Brokerages are required to report wash sales of an identical investment in the same account. They typically don't go beyond the requirement. For example, they generally won't flag a wash sale between different accounts of a customer, between a customer's account and his spouse's account, between accounts held at different brokerages, or between substantially identical investments that are not the exact same investment. It's up to the taxpayer to report many wash sale transactions.
Gotcha, that makes sense.

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Re: Would this be considered a wash sale? Selling an ETF for a loss and then buying one of the ETF's component stocks

Post by grog » Wed Mar 25, 2020 3:02 pm

AlohaJoe wrote:
Mon Mar 02, 2020 11:02 pm
MotoTrojan wrote:
Mon Mar 02, 2020 10:51 pm
I’ve seen a poster on here openly swap IVV for VOO, an S&P500 to S&P500. Too far for me but I’ve done VTI for ITOT.
Personally I think that even the (very common) Boglehead switch from the S&P 500 to Total Stock Market or from e.g. FTSE ex-US to S&P ex-US indices are breaking the rule. The rule is clearly intended to disallow "not taking risk". But the entire goal of a typical Boglehead tax loss harvest is to switch funds and "not take risk" by picking indexes that are virtually economically indistinguishable.

But I also don't think the IRS really cares or will ever investigate anyone about it. Even if you were audited, I doubt they'd mention it.
It feels kind of shady to me, too. When I first learned of the concept of "wash sale" my intuition was that if you sold a fund that held Microsoft, Apple, Exxon, etc. and then bought a fund that also held those same companies you'd be essentially creating numerous mini-wash sales. But the other way to look at it is to view each fund as an individual security and to ignore the underlying holdings. Since your tax basis is based on the fund and not the underlying holdings, there's some sense in likewise taking an aggregate approach with wash sales (and it certainly makes the record keeping simpler). I can see both perspectives, but the aggregate fund-level view seems a lot more practical. As far as "not taking risk," that just seems like a natural benefit of diversification. You have diversified away the idiosyncratic risk and are left mostly with market beta. If the IRS were to get stricter about all this I suspect we'd start to see funds designed to track market beta that could work around any set of rules. To prevent this, the IRS would need to come out with a new standard, something like "statistically similar exposure."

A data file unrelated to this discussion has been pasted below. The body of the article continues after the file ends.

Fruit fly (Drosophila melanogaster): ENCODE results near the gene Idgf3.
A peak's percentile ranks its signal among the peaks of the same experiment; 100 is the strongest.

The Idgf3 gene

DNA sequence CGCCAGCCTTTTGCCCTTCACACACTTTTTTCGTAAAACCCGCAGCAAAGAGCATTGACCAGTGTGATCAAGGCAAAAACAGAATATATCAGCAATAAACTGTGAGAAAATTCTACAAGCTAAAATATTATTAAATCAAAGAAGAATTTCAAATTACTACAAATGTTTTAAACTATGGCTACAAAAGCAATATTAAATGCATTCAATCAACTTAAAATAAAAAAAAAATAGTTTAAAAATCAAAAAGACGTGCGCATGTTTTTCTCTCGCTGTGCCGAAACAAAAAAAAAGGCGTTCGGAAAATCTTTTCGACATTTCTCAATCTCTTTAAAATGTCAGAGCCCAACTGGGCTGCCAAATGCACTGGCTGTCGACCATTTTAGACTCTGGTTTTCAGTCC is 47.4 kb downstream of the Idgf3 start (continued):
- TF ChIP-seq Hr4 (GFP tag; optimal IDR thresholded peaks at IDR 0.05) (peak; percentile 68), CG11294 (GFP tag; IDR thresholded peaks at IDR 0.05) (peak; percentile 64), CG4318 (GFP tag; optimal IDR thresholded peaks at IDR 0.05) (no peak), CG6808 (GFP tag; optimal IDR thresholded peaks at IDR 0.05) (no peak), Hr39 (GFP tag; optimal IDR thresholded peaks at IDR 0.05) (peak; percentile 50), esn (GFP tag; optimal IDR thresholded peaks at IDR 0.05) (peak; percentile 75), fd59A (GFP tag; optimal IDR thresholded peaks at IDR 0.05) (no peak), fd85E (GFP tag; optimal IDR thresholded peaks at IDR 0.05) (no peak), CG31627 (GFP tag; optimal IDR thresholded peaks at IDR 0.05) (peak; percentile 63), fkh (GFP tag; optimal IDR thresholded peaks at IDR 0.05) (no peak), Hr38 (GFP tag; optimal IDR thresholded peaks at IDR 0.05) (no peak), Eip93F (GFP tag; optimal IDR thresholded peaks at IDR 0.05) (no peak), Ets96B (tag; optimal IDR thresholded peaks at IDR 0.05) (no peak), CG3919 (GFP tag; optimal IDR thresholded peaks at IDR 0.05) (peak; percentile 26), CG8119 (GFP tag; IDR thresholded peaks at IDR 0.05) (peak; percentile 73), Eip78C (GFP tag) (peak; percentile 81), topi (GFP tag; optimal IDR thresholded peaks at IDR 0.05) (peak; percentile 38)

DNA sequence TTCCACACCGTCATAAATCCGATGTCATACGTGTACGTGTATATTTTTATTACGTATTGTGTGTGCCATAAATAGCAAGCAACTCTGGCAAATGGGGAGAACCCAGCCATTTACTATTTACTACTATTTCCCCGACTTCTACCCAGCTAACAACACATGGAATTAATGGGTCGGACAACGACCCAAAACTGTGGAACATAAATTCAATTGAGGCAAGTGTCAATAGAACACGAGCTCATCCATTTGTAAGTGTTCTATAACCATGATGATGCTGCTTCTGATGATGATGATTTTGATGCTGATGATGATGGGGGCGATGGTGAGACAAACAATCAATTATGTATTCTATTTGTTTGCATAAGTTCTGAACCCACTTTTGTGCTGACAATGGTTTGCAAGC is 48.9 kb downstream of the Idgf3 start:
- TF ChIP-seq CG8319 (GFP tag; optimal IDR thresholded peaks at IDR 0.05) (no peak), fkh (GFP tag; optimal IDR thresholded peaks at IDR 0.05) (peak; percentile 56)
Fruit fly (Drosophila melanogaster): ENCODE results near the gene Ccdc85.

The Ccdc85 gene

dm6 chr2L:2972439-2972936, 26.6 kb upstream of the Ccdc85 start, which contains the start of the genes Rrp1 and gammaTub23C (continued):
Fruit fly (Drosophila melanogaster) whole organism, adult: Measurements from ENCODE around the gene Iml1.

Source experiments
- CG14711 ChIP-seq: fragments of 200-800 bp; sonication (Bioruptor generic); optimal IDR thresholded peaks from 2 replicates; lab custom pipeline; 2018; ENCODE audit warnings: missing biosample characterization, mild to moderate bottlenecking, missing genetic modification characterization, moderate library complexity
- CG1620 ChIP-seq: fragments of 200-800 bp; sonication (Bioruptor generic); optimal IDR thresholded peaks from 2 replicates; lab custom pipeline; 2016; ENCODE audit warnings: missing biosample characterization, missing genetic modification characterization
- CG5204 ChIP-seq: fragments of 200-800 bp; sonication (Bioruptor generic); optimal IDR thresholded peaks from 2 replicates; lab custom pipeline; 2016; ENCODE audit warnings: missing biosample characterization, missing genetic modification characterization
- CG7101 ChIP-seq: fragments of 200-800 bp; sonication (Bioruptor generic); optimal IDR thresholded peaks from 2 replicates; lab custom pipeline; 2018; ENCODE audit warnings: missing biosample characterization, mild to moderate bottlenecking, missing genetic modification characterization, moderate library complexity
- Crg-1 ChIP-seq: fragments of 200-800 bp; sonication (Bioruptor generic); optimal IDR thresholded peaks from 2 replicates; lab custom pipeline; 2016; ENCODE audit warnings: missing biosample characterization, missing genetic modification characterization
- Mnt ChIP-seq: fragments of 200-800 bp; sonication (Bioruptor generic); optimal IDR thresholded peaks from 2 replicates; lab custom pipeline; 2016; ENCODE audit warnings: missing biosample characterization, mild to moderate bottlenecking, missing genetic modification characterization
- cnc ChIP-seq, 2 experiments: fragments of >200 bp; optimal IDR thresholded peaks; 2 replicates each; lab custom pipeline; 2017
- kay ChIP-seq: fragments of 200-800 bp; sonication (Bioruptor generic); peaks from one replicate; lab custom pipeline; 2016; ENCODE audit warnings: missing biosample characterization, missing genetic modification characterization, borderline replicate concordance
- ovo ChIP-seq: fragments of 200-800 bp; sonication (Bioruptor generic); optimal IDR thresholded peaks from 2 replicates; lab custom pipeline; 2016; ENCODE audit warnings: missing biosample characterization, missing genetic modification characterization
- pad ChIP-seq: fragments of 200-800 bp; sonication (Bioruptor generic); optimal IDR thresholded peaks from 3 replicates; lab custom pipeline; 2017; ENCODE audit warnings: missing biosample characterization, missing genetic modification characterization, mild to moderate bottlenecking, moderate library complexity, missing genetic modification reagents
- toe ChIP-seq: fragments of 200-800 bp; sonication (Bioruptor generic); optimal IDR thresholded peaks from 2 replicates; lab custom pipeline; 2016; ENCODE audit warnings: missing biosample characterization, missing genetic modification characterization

I work a little bit with the tax department at work and after a few interactions with them I quickly came to the conclusion that intuition and what makes sense are NOT good guides when it comes to taxes. It feels more like a game where the rules are negotiated as you go. From what I gather companies are fairly aggressive in interpreting the rules in whatever way is most favorable to them (although they try to avoid antagonizing the IRS unnecessarily). They think about how likely something would be to get challenged and whether it's worth reaching for. The don't seem to care much about the original intention of an IRS rule. If there's some situation the IRS failed to consider and a company sees an opportunity, they will usually jump on it.

One last point: I don't know how much the government loses on these capital loss write-offs during market crashes, but in terms of policy they might not mind such a tax deferral since they are usually concurrently pursuing stimulus measures. I mean, they are looking at a $2 trillion stimulus right now. Why be stingy about capital losses at the the same time?